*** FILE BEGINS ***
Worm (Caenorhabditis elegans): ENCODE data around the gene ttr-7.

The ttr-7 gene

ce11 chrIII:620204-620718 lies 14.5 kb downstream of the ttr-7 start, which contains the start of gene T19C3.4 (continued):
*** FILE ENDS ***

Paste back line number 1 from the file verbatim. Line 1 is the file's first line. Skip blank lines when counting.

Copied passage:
Worm (Caenorhabditis elegans): ENCODE data around the gene ttr-7.